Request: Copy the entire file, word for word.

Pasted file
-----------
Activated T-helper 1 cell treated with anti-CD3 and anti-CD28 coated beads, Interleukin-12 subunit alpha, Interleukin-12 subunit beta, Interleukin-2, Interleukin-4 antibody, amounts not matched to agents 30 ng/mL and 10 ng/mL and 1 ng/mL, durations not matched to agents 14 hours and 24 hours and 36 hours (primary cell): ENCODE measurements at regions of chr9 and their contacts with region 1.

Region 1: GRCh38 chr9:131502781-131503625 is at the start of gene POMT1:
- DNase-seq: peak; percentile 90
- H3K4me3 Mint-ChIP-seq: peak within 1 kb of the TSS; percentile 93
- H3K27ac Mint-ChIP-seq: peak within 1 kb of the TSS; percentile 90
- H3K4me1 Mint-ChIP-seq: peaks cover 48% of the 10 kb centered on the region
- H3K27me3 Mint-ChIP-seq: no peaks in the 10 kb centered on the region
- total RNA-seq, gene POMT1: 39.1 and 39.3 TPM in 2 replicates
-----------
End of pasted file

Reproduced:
Activated T-helper 1 cell treated with anti-CD3 and anti-CD28 coated beads, Interleukin-12 subunit alpha, Interleukin-12 subunit beta, Interleukin-2, Interleukin-4 antibody, amounts not matched to agents 30 ng/mL and 10 ng/mL and 1 ng/mL, durations not matched to agents 14 hours and 24 hours and 36 hours (primary cell): ENCODE measurements at regions of chr9 and their contacts with region 1.

Region 1: GRCh38 chr9:131502781-131503625 is at the start of gene POMT1:
- DNase-seq: peak; percentile 90
- H3K4me3 Mint-ChIP-seq: peak within 1 kb of the TSS; percentile 93
- H3K27ac Mint-ChIP-seq: peak within 1 kb of the TSS; percentile 90
- H3K4me1 Mint-ChIP-seq: peaks cover 48% of the 10 kb centered on the region
- H3K27me3 Mint-ChIP-seq: no peaks in the 10 kb centered on the region
- total RNA-seq, gene POMT1: 39.1 and 39.3 TPM in 2 replicates